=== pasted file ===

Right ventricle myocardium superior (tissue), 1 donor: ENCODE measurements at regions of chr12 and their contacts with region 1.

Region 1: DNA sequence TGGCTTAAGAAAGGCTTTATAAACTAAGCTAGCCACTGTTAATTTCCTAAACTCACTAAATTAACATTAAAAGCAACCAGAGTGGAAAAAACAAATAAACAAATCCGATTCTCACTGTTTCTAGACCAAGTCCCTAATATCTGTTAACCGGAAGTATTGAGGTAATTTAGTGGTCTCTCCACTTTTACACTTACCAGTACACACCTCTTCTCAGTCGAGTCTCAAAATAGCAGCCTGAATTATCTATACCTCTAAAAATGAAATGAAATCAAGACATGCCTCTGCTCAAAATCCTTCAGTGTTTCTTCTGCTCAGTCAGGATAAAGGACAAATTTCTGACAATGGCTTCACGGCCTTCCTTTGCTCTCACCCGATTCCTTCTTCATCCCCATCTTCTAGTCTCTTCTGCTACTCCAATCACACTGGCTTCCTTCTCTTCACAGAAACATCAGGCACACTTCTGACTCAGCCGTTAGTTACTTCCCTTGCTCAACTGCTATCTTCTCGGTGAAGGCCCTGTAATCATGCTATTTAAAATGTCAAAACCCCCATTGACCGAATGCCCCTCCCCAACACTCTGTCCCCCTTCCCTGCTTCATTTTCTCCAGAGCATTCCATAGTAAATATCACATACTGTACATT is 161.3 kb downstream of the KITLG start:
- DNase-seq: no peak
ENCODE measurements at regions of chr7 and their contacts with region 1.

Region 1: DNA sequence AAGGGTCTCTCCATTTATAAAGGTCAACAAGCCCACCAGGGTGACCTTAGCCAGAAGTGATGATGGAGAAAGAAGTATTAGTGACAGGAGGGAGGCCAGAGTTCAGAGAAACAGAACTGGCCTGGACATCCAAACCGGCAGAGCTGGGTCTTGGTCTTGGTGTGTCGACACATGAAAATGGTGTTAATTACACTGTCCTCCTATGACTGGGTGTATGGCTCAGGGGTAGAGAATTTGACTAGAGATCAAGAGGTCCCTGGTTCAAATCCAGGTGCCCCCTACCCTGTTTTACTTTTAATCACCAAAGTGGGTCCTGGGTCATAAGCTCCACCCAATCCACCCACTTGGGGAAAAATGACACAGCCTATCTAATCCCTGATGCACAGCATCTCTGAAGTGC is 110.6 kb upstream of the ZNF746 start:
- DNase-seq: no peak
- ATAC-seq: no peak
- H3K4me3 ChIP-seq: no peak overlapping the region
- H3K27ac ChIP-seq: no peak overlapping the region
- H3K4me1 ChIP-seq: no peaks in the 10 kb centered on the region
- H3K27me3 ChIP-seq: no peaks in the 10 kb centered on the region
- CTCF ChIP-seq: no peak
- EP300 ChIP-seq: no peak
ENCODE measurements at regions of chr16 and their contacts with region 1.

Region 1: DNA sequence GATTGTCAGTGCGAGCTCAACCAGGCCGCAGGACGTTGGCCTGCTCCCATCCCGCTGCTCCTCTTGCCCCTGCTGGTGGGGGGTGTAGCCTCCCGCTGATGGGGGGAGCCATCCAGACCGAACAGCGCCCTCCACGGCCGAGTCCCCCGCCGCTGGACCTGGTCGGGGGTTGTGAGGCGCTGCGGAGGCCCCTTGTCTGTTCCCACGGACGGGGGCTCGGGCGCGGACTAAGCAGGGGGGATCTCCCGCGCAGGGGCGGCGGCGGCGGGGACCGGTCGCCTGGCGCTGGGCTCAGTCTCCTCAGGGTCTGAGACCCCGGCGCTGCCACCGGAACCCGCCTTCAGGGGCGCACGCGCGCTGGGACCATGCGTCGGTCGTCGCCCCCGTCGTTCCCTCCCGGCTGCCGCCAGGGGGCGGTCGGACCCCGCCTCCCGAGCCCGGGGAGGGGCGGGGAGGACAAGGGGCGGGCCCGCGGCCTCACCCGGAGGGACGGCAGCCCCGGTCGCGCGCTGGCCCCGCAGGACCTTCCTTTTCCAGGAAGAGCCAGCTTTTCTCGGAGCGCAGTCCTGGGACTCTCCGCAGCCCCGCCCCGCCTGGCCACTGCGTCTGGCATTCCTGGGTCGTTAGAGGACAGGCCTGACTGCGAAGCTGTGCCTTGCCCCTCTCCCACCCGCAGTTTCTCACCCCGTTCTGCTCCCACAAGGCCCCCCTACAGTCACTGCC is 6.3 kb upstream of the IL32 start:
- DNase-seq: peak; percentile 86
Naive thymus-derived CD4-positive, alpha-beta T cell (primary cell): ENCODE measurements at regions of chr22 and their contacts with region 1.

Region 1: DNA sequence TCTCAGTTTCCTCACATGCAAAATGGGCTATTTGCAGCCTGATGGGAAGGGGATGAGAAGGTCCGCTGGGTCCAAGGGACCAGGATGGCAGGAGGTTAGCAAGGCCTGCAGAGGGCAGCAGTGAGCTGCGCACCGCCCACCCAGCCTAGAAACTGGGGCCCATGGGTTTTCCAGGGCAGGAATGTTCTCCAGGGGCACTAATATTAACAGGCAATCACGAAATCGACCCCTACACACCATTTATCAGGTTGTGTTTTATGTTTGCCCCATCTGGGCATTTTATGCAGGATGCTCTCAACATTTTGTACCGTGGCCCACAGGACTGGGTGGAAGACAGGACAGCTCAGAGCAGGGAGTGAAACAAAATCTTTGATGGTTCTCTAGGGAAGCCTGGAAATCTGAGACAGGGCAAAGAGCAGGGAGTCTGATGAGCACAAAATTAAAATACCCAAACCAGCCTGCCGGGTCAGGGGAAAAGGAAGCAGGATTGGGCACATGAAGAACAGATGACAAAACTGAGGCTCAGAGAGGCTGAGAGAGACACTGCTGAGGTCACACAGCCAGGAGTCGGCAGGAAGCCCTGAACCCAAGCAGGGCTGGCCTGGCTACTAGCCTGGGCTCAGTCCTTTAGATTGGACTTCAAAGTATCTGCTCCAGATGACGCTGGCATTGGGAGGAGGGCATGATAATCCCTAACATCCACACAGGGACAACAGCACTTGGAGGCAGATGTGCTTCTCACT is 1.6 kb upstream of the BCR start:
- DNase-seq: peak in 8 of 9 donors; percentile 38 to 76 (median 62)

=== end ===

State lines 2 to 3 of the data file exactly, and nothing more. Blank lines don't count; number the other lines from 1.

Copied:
Region 1: DNA sequence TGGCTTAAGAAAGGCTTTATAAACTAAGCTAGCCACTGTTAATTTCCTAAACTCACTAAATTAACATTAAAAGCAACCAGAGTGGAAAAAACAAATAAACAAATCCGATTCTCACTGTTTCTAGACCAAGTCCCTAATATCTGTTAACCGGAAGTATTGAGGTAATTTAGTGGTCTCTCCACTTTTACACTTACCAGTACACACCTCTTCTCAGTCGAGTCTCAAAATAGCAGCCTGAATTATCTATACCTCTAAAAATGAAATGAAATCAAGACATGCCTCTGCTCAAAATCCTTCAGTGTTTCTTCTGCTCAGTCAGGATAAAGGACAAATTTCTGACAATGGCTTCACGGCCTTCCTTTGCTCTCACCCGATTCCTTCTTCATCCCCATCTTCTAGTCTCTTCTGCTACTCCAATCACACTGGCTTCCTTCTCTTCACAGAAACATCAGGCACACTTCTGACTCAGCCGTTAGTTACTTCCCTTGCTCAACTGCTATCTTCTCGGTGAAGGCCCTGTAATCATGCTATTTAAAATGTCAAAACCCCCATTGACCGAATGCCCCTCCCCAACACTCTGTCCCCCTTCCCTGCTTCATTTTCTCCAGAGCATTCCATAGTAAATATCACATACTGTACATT is 161.3 kb downstream of the KITLG start:
- DNase-seq: no peak